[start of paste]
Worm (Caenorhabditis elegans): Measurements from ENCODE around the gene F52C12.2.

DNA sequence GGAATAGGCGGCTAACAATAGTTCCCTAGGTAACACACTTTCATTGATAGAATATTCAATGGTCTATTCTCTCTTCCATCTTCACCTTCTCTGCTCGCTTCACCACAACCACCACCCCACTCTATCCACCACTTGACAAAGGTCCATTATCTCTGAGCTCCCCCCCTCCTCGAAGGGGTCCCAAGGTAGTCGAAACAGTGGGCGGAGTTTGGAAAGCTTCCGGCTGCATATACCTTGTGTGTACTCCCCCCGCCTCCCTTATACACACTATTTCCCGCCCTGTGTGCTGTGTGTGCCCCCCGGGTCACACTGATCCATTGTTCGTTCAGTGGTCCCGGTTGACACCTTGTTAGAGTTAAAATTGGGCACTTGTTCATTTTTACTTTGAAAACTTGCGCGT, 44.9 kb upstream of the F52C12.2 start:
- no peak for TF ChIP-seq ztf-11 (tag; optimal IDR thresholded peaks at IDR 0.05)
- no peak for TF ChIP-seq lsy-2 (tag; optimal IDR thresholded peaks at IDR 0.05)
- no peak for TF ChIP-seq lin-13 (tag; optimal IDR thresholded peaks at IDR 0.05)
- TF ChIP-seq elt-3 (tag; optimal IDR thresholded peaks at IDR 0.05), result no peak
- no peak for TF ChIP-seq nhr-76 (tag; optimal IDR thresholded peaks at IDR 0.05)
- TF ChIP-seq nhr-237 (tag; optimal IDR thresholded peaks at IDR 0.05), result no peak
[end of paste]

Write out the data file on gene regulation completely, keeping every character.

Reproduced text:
Worm (Caenorhabditis elegans): Measurements from ENCODE around the gene F52C12.2.

DNA sequence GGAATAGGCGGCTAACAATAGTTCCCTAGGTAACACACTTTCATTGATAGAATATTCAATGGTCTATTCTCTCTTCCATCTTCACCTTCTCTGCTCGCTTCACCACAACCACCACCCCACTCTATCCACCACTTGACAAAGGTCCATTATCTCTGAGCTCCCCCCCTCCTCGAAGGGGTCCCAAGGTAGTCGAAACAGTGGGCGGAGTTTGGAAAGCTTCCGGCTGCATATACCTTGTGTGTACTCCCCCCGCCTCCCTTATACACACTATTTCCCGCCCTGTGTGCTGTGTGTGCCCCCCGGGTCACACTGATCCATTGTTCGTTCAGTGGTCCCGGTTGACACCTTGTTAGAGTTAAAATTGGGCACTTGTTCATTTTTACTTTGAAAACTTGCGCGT, 44.9 kb upstream of the F52C12.2 start:
- no peak for TF ChIP-seq ztf-11 (tag; optimal IDR thresholded peaks at IDR 0.05)
- no peak for TF ChIP-seq lsy-2 (tag; optimal IDR thresholded peaks at IDR 0.05)
- no peak for TF ChIP-seq lin-13 (tag; optimal IDR thresholded peaks at IDR 0.05)
- TF ChIP-seq elt-3 (tag; optimal IDR thresholded peaks at IDR 0.05), result no peak
- no peak for TF ChIP-seq nhr-76 (tag; optimal IDR thresholded peaks at IDR 0.05)
- TF ChIP-seq nhr-237 (tag; optimal IDR thresholded peaks at IDR 0.05), result no peak